(RNS) — Barbara Bush, who died Tuesday (April 17) in Houston, always seemed a little old-fashioned to me. But it wasn’t until a few days ago, when news broke that the former first lady was dying, at age 92, that she seemed old.
Like other aspects of her persona, Bush had an old-fashioned sort of religious faith.
It wasn’t the old-time religion of gospel revivals, but rather the old-line faith of her Episcopal Church.
When I was a boy and Bush was first lady, she reminded me of a lot of the older women I knew in my church: They all had white hair, classic jewelry and matronly dresses. From a distance, they seemed prim and proper and, well, old-fashioned. But once you got to know them, you realized they were caring and funny.
Barbara Bush seemed to embody the virtues of womanhood promoted in 20th-century American Protestantism: loyalty, duty and family. Appearances were important, but in the end character mattered more.
In 1945, Barbara Pierce married an ambitious war veteran and Yale man. She was a U.S. senator’s daughter-in-law. Expectations for her must have been remarkably high.
The Bushes nurtured their faith and their young family in Houston’s St. Martin’s Episcopal Church, which will host her funeral this week.
The Rev. Russ Levenson Jr., rector at St. Martin’s, recalled the Bushes’ decades of participation in the life of the congregation: “President Bush was a very active lay leader in his early years here. But it was not uncommon to see him serving coffee on Sunday morning. Both of them taught in our Sunday school program. Both of them have been involved in our outreach ministries.”
Famous for being the wife of one president and the mother of another, she was also a distant relative of President Franklin Pierce.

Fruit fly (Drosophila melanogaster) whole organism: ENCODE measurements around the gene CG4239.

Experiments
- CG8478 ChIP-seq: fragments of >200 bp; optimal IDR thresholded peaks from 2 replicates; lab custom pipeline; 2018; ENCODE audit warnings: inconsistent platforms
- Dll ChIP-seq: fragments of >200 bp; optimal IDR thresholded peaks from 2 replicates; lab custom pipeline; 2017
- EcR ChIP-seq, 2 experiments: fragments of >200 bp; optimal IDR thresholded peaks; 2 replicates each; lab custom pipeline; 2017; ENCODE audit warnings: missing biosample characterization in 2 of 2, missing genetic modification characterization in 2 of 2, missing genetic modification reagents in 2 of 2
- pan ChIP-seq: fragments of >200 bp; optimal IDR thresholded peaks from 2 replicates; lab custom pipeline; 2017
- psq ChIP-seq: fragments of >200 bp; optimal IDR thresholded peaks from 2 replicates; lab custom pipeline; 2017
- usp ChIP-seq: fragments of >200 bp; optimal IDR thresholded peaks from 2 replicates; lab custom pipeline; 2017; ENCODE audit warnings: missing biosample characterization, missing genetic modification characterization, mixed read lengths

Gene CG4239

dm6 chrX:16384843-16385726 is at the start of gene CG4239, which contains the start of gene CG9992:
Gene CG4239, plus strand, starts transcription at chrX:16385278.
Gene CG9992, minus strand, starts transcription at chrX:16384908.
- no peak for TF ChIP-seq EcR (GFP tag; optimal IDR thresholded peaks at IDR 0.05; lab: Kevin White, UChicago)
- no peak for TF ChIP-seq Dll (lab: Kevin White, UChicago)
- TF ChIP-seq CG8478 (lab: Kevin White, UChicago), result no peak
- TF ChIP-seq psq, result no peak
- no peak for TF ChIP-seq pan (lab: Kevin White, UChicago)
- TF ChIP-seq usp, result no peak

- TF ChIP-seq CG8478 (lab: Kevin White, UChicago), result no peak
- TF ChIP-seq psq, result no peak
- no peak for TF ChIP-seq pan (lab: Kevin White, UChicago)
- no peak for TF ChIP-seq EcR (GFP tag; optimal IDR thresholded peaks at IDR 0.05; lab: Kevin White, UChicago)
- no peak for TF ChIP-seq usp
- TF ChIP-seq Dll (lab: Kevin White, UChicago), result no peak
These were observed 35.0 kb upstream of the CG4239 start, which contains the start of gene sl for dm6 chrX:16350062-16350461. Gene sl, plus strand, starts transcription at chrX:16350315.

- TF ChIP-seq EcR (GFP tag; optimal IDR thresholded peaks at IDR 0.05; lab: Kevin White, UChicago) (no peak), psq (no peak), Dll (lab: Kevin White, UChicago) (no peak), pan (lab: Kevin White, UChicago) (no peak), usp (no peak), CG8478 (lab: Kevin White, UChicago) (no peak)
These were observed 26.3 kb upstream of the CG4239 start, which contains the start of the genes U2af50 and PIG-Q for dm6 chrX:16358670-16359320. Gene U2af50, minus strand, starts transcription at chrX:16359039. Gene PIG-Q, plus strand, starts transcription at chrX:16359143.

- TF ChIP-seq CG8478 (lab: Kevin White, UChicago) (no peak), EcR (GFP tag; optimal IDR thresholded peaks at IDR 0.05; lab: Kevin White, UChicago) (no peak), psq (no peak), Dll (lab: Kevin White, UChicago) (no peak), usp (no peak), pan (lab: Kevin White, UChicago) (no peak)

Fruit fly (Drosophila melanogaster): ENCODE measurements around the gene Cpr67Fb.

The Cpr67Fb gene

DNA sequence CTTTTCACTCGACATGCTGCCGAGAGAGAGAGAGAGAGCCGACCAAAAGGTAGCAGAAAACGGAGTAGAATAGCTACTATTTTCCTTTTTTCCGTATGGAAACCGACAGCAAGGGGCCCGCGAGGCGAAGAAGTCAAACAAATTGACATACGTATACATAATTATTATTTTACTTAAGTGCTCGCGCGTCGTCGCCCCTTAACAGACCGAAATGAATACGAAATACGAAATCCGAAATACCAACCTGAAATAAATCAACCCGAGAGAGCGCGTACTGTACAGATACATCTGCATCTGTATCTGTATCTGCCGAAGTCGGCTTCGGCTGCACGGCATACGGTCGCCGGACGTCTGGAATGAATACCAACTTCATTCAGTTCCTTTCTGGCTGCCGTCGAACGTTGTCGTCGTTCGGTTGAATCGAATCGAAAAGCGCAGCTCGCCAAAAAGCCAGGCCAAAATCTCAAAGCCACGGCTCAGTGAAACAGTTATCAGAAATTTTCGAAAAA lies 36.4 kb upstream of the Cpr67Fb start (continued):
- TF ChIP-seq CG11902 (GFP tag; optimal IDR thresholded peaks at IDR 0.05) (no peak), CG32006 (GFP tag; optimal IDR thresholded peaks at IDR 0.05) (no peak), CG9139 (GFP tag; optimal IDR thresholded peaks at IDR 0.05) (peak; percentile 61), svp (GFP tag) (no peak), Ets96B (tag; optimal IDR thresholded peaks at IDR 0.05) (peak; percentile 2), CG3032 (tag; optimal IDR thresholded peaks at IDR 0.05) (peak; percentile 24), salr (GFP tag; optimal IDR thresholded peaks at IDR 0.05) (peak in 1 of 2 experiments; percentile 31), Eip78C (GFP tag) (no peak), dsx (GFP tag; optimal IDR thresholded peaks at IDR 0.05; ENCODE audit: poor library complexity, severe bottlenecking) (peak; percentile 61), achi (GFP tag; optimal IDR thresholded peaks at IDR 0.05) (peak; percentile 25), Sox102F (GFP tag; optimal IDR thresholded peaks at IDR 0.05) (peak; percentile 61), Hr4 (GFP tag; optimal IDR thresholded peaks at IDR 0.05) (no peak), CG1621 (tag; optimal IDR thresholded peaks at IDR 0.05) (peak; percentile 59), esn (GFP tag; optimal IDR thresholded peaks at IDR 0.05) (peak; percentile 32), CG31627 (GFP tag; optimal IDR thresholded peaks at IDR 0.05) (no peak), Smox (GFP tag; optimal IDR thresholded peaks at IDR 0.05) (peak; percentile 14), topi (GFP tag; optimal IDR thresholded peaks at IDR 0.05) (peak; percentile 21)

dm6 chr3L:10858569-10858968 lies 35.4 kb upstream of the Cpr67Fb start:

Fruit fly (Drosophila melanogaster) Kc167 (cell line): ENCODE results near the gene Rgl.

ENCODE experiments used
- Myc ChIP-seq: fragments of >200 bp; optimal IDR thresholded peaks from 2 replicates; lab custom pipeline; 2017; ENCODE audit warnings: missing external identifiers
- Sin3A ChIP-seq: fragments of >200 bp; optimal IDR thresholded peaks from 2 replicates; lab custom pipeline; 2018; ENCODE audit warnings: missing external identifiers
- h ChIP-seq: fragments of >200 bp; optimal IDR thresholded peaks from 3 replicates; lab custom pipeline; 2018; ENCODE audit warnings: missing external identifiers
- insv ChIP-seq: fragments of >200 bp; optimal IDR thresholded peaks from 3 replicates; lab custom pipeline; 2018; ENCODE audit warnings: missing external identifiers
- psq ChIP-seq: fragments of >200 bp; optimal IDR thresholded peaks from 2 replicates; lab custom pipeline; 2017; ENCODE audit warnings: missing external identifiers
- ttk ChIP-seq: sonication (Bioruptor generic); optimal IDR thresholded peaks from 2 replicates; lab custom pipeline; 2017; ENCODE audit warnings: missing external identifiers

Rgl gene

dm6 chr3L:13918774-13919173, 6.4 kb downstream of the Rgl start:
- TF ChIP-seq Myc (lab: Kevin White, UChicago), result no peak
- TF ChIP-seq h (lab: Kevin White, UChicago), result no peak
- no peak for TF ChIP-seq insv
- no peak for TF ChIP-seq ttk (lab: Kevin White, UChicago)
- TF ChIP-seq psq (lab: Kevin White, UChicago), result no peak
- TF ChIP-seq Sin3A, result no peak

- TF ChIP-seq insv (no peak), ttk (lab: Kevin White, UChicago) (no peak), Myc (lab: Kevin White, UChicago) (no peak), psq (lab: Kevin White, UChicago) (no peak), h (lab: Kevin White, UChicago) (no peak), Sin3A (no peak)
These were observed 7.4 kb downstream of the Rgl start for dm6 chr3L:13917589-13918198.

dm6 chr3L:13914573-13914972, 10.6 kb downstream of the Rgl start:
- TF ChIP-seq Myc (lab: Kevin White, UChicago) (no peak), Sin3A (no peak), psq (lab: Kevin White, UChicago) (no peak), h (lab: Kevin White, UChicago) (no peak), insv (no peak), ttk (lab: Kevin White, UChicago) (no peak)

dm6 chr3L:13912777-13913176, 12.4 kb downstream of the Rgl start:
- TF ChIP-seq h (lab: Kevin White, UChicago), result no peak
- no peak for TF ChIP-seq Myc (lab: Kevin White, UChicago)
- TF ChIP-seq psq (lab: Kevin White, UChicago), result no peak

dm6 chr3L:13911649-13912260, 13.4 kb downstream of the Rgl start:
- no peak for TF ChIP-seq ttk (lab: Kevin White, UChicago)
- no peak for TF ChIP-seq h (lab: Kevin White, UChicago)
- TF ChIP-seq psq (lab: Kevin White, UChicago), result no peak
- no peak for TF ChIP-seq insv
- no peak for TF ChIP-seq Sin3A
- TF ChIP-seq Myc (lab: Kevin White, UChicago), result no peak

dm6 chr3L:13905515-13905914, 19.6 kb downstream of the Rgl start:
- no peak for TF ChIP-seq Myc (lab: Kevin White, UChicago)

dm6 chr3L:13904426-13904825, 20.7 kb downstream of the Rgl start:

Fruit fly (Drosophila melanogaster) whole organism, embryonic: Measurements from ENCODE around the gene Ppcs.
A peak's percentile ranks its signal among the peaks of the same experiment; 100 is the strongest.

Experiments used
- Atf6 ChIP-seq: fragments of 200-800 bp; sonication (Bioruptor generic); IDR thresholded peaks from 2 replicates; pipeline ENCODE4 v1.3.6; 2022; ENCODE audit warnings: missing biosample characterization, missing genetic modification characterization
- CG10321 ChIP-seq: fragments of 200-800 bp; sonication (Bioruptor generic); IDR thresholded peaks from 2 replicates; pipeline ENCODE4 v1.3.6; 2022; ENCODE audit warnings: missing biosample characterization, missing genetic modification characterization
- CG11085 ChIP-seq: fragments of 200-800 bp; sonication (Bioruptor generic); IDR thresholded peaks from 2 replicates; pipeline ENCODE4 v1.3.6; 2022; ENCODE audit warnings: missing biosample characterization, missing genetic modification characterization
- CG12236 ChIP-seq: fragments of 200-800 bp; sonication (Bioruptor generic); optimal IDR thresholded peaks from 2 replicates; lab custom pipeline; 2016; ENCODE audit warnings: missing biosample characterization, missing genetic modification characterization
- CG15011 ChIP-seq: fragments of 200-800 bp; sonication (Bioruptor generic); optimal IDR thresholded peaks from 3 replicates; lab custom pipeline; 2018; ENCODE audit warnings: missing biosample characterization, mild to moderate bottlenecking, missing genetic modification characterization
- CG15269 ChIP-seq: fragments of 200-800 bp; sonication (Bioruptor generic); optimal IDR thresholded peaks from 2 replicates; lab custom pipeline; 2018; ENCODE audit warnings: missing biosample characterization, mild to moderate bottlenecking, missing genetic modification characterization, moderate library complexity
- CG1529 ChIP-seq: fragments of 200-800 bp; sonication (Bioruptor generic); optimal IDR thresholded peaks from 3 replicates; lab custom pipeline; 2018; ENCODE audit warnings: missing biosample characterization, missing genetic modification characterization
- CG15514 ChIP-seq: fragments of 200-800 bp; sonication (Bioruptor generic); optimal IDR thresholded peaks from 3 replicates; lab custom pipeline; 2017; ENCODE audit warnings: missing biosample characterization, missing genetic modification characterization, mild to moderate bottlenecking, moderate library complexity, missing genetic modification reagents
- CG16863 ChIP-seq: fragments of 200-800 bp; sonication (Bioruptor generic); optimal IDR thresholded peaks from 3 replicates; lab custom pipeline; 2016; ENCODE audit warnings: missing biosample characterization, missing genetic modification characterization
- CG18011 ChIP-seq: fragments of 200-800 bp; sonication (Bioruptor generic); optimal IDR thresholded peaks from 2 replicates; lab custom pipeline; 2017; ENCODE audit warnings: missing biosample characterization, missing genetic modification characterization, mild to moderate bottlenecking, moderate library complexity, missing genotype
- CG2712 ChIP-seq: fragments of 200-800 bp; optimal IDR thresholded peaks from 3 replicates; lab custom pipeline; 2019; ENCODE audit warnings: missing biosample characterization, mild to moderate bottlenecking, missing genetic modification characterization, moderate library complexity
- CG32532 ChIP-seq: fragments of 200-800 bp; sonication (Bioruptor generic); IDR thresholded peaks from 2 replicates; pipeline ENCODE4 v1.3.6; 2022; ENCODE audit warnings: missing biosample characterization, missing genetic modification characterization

But her familial intimacy with the presidency goes even deeper. Another of her sons campaigned unsuccessfully for the office. She was the matriarch of a family in which each member had to grapple with the demands of fame, media attention and public scrutiny.
That’s a tall order, and something she scarcely could have imagined even as a young wife and mother in Houston society in the 1950s, before her husband became a congressman.
Yet by all accounts, Barbara Bush met the obligations of her public and private lives with dignity and grace, sustained by her Christian faith.
In her youth, Christianity was both more ubiquitous and more private than it is today. She certainly did not have to answer reporters’ questions about how faith influenced her family or her politics.
The former first lady’s faith was evident in how she recalled her late daughter, Robin, who died of leukemia in 1953, two months before her fourth birthday. “Robin to me is a joy. She is like an angel to me, and she’s not a sadness or a sorrow,” Mrs. Bush said in 2012.
Indeed, her deep faith was a constant source of strength and inspiration for her, just as it was for all the church ladies I knew growing up.
One son, George W. Bush, famously embraced a more evangelical Protestantism, while another, Jeb, followed his wife into the Catholic Church. Barbara and George H.W. Bush never strayed from their Episcopal roots, reflecting the same loyalty and constancy that marked their 73-year marriage.
And when mourners say their final goodbye at St. Martin’s, the Episcopal Church’s funeral liturgy will be a fitting metaphor for the woman herself: traditional, dignified and wonderfully old-fashioned.
A frequent commentator on religion and politics, Jacob Lupfer is a writer and consultant in Baltimore.